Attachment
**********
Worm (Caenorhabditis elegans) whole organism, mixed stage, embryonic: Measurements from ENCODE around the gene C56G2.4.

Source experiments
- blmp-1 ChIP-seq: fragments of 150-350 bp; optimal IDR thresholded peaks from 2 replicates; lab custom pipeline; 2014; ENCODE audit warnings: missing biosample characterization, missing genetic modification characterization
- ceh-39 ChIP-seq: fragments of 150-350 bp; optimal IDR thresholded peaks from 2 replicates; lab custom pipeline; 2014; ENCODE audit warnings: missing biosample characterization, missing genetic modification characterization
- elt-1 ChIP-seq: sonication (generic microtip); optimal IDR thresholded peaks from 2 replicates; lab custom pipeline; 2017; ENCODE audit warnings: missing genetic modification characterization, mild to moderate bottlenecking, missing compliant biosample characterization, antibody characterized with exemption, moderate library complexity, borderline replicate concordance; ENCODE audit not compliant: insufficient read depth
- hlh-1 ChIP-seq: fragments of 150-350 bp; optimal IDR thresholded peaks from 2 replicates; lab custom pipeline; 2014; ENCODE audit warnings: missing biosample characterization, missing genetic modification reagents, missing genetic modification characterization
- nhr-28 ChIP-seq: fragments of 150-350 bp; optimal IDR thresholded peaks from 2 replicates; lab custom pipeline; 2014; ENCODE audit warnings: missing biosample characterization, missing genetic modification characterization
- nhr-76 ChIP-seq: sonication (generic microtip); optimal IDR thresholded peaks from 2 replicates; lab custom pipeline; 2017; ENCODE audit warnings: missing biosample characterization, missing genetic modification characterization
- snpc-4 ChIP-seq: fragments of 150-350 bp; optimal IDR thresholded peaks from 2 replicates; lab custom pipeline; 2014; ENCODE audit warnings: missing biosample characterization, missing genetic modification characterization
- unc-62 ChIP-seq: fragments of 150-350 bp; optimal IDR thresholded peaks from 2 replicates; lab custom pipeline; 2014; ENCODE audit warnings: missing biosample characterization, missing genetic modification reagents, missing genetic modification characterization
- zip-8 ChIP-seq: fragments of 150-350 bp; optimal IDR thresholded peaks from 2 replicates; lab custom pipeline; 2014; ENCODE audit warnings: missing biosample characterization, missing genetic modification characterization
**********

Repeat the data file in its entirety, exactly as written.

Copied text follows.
Worm (Caenorhabditis elegans) whole organism, mixed stage, embryonic: Measurements from ENCODE around the gene C56G2.4.

Source experiments
- blmp-1 ChIP-seq: fragments of 150-350 bp; optimal IDR thresholded peaks from 2 replicates; lab custom pipeline; 2014; ENCODE audit warnings: missing biosample characterization, missing genetic modification characterization
- ceh-39 ChIP-seq: fragments of 150-350 bp; optimal IDR thresholded peaks from 2 replicates; lab custom pipeline; 2014; ENCODE audit warnings: missing biosample characterization, missing genetic modification characterization
- elt-1 ChIP-seq: sonication (generic microtip); optimal IDR thresholded peaks from 2 replicates; lab custom pipeline; 2017; ENCODE audit warnings: missing genetic modification characterization, mild to moderate bottlenecking, missing compliant biosample characterization, antibody characterized with exemption, moderate library complexity, borderline replicate concordance; ENCODE audit not compliant: insufficient read depth
- hlh-1 ChIP-seq: fragments of 150-350 bp; optimal IDR thresholded peaks from 2 replicates; lab custom pipeline; 2014; ENCODE audit warnings: missing biosample characterization, missing genetic modification reagents, missing genetic modification characterization
- nhr-28 ChIP-seq: fragments of 150-350 bp; optimal IDR thresholded peaks from 2 replicates; lab custom pipeline; 2014; ENCODE audit warnings: missing biosample characterization, missing genetic modification characterization
- nhr-76 ChIP-seq: sonication (generic microtip); optimal IDR thresholded peaks from 2 replicates; lab custom pipeline; 2017; ENCODE audit warnings: missing biosample characterization, missing genetic modification characterization
- snpc-4 ChIP-seq: fragments of 150-350 bp; optimal IDR thresholded peaks from 2 replicates; lab custom pipeline; 2014; ENCODE audit warnings: missing biosample characterization, missing genetic modification characterization
- unc-62 ChIP-seq: fragments of 150-350 bp; optimal IDR thresholded peaks from 2 replicates; lab custom pipeline; 2014; ENCODE audit warnings: missing biosample characterization, missing genetic modification reagents, missing genetic modification characterization
- zip-8 ChIP-seq: fragments of 150-350 bp; optimal IDR thresholded peaks from 2 replicates; lab custom pipeline; 2014; ENCODE audit warnings: missing biosample characterization, missing genetic modification characterization